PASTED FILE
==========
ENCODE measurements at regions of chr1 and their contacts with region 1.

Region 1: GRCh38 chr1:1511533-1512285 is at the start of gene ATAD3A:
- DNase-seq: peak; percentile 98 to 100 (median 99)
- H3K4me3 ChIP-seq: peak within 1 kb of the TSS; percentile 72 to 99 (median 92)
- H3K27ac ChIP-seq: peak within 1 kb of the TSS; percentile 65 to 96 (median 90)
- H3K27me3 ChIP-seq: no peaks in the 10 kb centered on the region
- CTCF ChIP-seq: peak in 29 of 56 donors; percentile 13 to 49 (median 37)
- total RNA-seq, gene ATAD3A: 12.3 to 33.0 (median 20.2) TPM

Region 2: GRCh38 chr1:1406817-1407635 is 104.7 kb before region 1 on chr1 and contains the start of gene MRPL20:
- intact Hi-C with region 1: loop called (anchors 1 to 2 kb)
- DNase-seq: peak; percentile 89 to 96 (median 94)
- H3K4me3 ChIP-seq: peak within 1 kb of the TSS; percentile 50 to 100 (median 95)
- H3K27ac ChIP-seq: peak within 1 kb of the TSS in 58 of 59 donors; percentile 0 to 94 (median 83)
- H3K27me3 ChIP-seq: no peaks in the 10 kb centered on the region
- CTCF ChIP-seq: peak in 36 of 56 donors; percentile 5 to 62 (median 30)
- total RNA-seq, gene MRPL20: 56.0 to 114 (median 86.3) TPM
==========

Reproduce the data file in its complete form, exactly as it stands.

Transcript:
ENCODE measurements at regions of chr1 and their contacts with region 1.

Region 1: GRCh38 chr1:1511533-1512285 is at the start of gene ATAD3A:
- DNase-seq: peak; percentile 98 to 100 (median 99)
- H3K4me3 ChIP-seq: peak within 1 kb of the TSS; percentile 72 to 99 (median 92)
- H3K27ac ChIP-seq: peak within 1 kb of the TSS; percentile 65 to 96 (median 90)
- H3K27me3 ChIP-seq: no peaks in the 10 kb centered on the region
- CTCF ChIP-seq: peak in 29 of 56 donors; percentile 13 to 49 (median 37)
- total RNA-seq, gene ATAD3A: 12.3 to 33.0 (median 20.2) TPM

Region 2: GRCh38 chr1:1406817-1407635 is 104.7 kb before region 1 on chr1 and contains the start of gene MRPL20:
- intact Hi-C with region 1: loop called (anchors 1 to 2 kb)
- DNase-seq: peak; percentile 89 to 96 (median 94)
- H3K4me3 ChIP-seq: peak within 1 kb of the TSS; percentile 50 to 100 (median 95)
- H3K27ac ChIP-seq: peak within 1 kb of the TSS in 58 of 59 donors; percentile 0 to 94 (median 83)
- H3K27me3 ChIP-seq: no peaks in the 10 kb centered on the region
- CTCF ChIP-seq: peak in 36 of 56 donors; percentile 5 to 62 (median 30)
- total RNA-seq, gene MRPL20: 56.0 to 114 (median 86.3) TPM